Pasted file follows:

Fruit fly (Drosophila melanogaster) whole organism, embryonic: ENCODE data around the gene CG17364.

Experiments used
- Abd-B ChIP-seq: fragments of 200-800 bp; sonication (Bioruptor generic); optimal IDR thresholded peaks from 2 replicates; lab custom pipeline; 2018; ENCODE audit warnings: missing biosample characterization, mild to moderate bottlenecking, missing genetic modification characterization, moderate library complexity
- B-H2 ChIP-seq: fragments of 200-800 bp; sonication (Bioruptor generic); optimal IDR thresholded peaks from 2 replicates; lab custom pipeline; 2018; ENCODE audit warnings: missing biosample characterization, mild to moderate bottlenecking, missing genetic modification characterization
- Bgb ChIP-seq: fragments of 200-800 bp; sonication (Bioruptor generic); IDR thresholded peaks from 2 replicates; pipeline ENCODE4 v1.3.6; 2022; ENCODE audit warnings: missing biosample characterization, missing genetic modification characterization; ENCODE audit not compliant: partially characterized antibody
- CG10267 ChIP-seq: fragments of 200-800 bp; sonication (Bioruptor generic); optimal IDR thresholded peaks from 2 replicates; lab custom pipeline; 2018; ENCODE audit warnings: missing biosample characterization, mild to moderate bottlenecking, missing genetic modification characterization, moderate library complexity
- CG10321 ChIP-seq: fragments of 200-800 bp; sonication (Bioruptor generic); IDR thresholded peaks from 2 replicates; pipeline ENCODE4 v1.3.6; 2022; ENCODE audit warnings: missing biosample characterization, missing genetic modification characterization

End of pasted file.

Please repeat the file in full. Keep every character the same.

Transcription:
Fruit fly (Drosophila melanogaster) whole organism, embryonic: ENCODE data around the gene CG17364.

Experiments used
- Abd-B ChIP-seq: fragments of 200-800 bp; sonication (Bioruptor generic); optimal IDR thresholded peaks from 2 replicates; lab custom pipeline; 2018; ENCODE audit warnings: missing biosample characterization, mild to moderate bottlenecking, missing genetic modification characterization, moderate library complexity
- B-H2 ChIP-seq: fragments of 200-800 bp; sonication (Bioruptor generic); optimal IDR thresholded peaks from 2 replicates; lab custom pipeline; 2018; ENCODE audit warnings: missing biosample characterization, mild to moderate bottlenecking, missing genetic modification characterization
- Bgb ChIP-seq: fragments of 200-800 bp; sonication (Bioruptor generic); IDR thresholded peaks from 2 replicates; pipeline ENCODE4 v1.3.6; 2022; ENCODE audit warnings: missing biosample characterization, missing genetic modification characterization; ENCODE audit not compliant: partially characterized antibody
- CG10267 ChIP-seq: fragments of 200-800 bp; sonication (Bioruptor generic); optimal IDR thresholded peaks from 2 replicates; lab custom pipeline; 2018; ENCODE audit warnings: missing biosample characterization, mild to moderate bottlenecking, missing genetic modification characterization, moderate library complexity
- CG10321 ChIP-seq: fragments of 200-800 bp; sonication (Bioruptor generic); IDR thresholded peaks from 2 replicates; pipeline ENCODE4 v1.3.6; 2022; ENCODE audit warnings: missing biosample characterization, missing genetic modification characterization